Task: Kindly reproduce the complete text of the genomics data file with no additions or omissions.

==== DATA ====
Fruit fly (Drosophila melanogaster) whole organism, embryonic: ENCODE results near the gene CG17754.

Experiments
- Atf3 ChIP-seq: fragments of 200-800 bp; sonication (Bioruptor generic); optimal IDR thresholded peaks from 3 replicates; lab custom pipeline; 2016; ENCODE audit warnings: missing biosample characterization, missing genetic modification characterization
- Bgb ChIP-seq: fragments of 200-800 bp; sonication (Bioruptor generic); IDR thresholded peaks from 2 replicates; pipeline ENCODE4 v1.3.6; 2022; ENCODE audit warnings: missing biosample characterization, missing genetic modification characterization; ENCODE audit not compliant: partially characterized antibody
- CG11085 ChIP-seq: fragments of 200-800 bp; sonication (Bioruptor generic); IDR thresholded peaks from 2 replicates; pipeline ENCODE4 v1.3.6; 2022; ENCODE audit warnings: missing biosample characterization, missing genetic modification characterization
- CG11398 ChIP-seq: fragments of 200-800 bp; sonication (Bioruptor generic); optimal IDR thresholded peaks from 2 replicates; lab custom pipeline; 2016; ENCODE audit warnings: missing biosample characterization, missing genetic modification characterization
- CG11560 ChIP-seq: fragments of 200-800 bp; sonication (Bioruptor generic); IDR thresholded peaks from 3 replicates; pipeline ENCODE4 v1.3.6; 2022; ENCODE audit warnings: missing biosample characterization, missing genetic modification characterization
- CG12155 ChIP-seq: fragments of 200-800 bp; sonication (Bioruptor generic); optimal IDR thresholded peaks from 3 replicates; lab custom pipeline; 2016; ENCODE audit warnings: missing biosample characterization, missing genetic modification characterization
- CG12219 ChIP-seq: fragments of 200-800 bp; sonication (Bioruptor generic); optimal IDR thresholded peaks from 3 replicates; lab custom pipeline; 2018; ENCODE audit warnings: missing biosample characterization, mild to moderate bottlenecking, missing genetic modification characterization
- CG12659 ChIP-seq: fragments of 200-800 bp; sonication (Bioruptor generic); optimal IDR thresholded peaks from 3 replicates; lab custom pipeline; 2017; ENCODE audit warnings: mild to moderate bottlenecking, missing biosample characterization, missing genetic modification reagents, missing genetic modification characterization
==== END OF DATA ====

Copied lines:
Fruit fly (Drosophila melanogaster) whole organism, embryonic: ENCODE results near the gene CG17754.

Experiments
- Atf3 ChIP-seq: fragments of 200-800 bp; sonication (Bioruptor generic); optimal IDR thresholded peaks from 3 replicates; lab custom pipeline; 2016; ENCODE audit warnings: missing biosample characterization, missing genetic modification characterization
- Bgb ChIP-seq: fragments of 200-800 bp; sonication (Bioruptor generic); IDR thresholded peaks from 2 replicates; pipeline ENCODE4 v1.3.6; 2022; ENCODE audit warnings: missing biosample characterization, missing genetic modification characterization; ENCODE audit not compliant: partially characterized antibody
- CG11085 ChIP-seq: fragments of 200-800 bp; sonication (Bioruptor generic); IDR thresholded peaks from 2 replicates; pipeline ENCODE4 v1.3.6; 2022; ENCODE audit warnings: missing biosample characterization, missing genetic modification characterization
- CG11398 ChIP-seq: fragments of 200-800 bp; sonication (Bioruptor generic); optimal IDR thresholded peaks from 2 replicates; lab custom pipeline; 2016; ENCODE audit warnings: missing biosample characterization, missing genetic modification characterization
- CG11560 ChIP-seq: fragments of 200-800 bp; sonication (Bioruptor generic); IDR thresholded peaks from 3 replicates; pipeline ENCODE4 v1.3.6; 2022; ENCODE audit warnings: missing biosample characterization, missing genetic modification characterization
- CG12155 ChIP-seq: fragments of 200-800 bp; sonication (Bioruptor generic); optimal IDR thresholded peaks from 3 replicates; lab custom pipeline; 2016; ENCODE audit warnings: missing biosample characterization, missing genetic modification characterization
- CG12219 ChIP-seq: fragments of 200-800 bp; sonication (Bioruptor generic); optimal IDR thresholded peaks from 3 replicates; lab custom pipeline; 2018; ENCODE audit warnings: missing biosample characterization, mild to moderate bottlenecking, missing genetic modification characterization
- CG12659 ChIP-seq: fragments of 200-800 bp; sonication (Bioruptor generic); optimal IDR thresholded peaks from 3 replicates; lab custom pipeline; 2017; ENCODE audit warnings: mild to moderate bottlenecking, missing biosample characterization, missing genetic modification reagents, missing genetic modification characterization